“I would recommend a buyer to talk to different experienced people in the yachting world and think very hard about all you hear,” Mr. Verbinnen says, “a good start would be to talk to experienced boat owners. Visit a yacht show and talk to different sellers at the show. Do a test sail with the boat you fall in love with. Personally I would recommend you visit the yard where the boat is going to be built.”
By visiting the yard, you are able to observe the professionalism of the people involved, and to ask about the construction. You will also get a sense of the waiting time involved.
“Good yards will normally have no yachts on stock, although of course a demo yacht or a cancelled order are always possible. For a yacht between 35 and 50 feet, it will take about six to seven months to build. For bigger yachts this will take much longer. Count on a year and longer once you go over 60 ft.”
For this reason, Mr. Verbinnen suggests that:
“For people in South East Asia, ordering a boat in April or May seems the most logical to me. Then they will have the boat delivered around November or December, when the best sailing season starts.”
Beyond construction and waiting times, you will also have to decide if you’re comfortable with the people running the yard.
“Do you feel comfortable with the people you are dealing with?” Mr. Verbinnen asks. “Do they offer you tuition to handle the yacht after the delivery? How will they arrange warranty and after-sales support?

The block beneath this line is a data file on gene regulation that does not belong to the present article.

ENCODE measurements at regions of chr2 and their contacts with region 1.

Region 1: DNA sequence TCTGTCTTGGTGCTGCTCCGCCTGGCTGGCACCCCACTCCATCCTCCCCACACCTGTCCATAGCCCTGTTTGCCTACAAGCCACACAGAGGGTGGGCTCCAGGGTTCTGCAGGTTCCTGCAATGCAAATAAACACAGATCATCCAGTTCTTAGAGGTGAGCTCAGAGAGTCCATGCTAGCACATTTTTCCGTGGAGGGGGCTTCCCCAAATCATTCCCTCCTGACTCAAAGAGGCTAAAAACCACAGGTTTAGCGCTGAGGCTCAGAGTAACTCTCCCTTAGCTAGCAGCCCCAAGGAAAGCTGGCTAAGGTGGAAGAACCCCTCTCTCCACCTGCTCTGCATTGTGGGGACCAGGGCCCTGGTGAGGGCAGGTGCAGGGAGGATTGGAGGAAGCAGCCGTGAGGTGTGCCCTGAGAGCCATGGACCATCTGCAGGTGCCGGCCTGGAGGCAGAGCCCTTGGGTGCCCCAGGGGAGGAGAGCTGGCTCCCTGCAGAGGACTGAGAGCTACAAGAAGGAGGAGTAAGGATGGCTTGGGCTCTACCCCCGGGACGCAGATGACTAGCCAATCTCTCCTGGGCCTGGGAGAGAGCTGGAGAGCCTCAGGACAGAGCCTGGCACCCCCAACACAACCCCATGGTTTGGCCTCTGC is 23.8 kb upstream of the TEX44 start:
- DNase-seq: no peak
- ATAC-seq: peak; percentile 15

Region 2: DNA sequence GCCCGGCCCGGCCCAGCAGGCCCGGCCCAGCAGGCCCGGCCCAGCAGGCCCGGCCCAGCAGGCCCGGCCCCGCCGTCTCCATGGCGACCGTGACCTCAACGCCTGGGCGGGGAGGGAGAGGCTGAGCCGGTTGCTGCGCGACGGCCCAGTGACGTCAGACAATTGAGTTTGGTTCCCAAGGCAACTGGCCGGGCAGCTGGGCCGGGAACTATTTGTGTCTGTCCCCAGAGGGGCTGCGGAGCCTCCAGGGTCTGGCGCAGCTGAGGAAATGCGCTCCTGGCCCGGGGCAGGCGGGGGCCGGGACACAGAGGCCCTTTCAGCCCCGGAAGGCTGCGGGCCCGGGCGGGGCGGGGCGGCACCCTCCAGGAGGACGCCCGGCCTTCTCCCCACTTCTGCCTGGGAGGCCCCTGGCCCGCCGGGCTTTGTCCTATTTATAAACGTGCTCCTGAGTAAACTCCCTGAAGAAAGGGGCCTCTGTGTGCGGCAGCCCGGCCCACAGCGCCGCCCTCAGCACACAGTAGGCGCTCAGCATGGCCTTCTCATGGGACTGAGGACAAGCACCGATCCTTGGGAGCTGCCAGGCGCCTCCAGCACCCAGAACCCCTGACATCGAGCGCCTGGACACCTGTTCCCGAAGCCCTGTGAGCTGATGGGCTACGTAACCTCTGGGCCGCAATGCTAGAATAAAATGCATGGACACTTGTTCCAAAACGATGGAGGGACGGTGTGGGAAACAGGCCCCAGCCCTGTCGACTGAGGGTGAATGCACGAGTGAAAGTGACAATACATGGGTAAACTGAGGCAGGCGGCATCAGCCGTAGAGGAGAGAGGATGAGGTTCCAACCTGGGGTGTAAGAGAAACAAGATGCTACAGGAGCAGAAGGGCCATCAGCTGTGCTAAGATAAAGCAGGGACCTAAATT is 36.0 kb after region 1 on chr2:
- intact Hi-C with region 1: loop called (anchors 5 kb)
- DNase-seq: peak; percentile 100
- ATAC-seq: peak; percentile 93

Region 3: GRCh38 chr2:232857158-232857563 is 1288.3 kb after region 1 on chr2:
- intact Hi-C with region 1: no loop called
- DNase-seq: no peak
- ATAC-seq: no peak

If they say that this is not needed for their yacht, best run far away. The follow up at and after the delivery is very important in the process. You need to deal with reliable people.”
Another factor to consider is the interior design for a yacht. When things are constantly rolling about due to the waves, you can’t use regular living room furnishings.
“There are several excellent interior design for yachts,” Mr. Verbinnen says, “It is completely different from regular interior design for houses. You really cannot compare an immobile house with a yacht – a yacht will encounter waves and big movements, so the interior designers need a very good understanding of the sea and waves.”
Yachts, like cars, are admittedly depreciating assets. While they can be sold second-hand, it is best to view them as leisure items rather than investments. However, few owners have any regrets:
“A yacht is not a very good money investment, there is a depreciating value. If someone should tell you different, he is lying. But what is a good investment these days?” Mr. Verbinnen asks.
“I can assure everyone, that there is nothing that comes even close to owning your own yacht. It brings complete freedom for the owner. You go anywhere and when you start to get bored, you just lift your anchor and sail to the next place. The ocean becomes your swimming pool, and it is much nicer then the biggest swimming pool in any villa or resort in the world.
I would be bored quickly if I didn’t own a sailing yacht. I have a house with a swimming pool myself. Many times I like to be at home and at my pool, but after a while it gets boring. A yacht never gets boring.
We tried several holidays in nice hotels, resorts and villas. It is all boring after a while after you have enjoyed the freedom of your own yacht. I am lucky that my wife and kids think the same.”
Are you thinking of buying your first yacht? You can contact X-Yachts for more details, or like us on Facebook for future updates!